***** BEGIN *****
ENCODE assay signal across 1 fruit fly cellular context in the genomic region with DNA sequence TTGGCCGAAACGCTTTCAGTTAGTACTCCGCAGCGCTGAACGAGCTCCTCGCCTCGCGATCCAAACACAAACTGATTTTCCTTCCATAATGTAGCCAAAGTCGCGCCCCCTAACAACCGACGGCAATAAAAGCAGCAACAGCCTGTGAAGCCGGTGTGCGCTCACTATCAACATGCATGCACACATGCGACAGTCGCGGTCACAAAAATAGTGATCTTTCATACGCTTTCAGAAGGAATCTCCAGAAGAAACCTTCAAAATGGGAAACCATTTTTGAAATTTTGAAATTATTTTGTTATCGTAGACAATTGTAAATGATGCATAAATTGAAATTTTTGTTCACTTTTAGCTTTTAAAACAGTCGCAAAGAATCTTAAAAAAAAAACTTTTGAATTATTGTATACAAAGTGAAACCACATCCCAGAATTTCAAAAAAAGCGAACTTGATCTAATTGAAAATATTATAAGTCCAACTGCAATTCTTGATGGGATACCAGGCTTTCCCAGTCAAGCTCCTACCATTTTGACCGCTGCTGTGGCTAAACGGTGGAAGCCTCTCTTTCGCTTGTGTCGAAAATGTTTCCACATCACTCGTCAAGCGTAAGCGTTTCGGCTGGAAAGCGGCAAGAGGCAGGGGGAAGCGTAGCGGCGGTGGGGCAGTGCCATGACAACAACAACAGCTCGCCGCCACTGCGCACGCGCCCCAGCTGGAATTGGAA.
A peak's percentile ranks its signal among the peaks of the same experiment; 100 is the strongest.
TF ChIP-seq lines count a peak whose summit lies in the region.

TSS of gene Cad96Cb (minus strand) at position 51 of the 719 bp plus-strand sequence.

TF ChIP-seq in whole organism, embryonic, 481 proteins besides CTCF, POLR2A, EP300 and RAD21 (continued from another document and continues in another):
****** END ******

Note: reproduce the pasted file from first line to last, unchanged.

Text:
ENCODE assay signal across 1 fruit fly cellular context in the genomic region with DNA sequence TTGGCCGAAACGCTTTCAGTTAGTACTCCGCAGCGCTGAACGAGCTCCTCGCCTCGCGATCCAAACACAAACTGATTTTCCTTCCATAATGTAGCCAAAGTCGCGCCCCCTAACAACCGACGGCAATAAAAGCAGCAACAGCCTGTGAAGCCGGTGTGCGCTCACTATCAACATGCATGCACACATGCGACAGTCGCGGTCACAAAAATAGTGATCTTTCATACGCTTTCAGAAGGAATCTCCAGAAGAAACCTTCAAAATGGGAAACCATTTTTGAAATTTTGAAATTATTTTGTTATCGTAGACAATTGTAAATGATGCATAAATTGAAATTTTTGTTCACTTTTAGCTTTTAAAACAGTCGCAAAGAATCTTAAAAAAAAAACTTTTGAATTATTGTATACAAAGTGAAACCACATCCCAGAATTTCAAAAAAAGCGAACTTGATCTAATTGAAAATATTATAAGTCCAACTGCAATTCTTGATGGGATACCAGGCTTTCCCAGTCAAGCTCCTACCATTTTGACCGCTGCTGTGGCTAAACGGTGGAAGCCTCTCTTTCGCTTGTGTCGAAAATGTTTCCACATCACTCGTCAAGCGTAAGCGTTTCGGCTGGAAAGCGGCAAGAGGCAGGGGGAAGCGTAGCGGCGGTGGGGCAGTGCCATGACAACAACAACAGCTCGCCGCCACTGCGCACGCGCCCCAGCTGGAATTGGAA.
A peak's percentile ranks its signal among the peaks of the same experiment; 100 is the strongest.
TF ChIP-seq lines count a peak whose summit lies in the region.

TSS of gene Cad96Cb (minus strand) at position 51 of the 719 bp plus-strand sequence.

TF ChIP-seq in whole organism, embryonic, 481 proteins besides CTCF, POLR2A, EP300 and RAD21 (continued from another document and continues in another):